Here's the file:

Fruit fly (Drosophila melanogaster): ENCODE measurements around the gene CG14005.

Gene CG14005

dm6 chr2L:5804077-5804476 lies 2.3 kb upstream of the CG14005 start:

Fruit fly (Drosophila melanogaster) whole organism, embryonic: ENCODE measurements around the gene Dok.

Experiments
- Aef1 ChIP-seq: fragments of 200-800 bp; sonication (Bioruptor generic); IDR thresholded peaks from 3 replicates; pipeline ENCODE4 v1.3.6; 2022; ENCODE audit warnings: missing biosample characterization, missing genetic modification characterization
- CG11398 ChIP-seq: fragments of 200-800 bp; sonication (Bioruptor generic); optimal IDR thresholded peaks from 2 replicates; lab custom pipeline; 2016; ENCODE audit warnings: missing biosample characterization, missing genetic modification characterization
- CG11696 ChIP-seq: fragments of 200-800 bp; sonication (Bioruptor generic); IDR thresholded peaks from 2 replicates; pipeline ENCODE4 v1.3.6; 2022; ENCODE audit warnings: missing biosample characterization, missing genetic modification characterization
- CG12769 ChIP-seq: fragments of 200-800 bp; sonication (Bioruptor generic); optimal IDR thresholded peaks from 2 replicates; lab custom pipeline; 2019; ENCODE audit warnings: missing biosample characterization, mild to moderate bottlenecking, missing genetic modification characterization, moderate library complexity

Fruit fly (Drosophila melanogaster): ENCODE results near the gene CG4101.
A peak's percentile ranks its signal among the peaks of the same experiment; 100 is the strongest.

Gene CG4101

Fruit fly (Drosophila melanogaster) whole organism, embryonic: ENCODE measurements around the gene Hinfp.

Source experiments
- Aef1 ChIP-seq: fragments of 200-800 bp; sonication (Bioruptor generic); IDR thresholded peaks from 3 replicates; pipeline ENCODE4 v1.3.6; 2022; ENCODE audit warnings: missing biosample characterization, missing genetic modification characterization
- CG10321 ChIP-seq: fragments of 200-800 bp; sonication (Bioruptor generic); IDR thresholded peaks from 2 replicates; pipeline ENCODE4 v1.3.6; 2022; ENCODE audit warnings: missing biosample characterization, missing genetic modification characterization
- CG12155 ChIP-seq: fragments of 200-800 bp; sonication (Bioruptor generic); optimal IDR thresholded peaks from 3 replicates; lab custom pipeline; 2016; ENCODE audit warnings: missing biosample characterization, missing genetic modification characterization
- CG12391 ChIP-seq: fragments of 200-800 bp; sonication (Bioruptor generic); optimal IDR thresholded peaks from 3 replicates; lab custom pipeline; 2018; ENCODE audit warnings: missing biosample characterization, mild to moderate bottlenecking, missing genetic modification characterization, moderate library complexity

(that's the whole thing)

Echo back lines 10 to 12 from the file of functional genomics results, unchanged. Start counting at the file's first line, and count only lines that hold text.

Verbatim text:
Fruit fly (Drosophila melanogaster): ENCODE results near the gene CG4101.
A peak's percentile ranks its signal among the peaks of the same experiment; 100 is the strongest.

Gene CG4101